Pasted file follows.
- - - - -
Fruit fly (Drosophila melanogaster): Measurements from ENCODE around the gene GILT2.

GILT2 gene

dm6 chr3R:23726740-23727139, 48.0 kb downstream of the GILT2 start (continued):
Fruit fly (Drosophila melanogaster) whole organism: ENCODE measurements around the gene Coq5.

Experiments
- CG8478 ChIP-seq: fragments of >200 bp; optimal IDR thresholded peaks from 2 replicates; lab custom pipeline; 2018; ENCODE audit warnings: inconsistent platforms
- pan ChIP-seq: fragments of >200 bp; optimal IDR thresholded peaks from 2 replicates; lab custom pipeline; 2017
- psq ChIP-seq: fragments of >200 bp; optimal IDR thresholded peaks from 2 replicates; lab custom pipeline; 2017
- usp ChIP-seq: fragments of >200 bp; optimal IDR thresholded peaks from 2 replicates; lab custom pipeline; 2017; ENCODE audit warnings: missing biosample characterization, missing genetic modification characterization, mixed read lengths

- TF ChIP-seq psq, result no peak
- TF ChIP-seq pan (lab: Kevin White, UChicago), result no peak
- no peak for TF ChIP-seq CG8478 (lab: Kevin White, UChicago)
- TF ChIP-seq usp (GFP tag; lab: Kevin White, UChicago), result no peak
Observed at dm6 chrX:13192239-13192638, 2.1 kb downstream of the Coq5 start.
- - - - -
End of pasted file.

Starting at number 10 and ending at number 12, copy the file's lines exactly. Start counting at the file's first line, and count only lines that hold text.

- TF ChIP-seq psq, result no peak
- TF ChIP-seq pan (lab: Kevin White, UChicago), result no peak
- no peak for TF ChIP-seq CG8478 (lab: Kevin White, UChicago)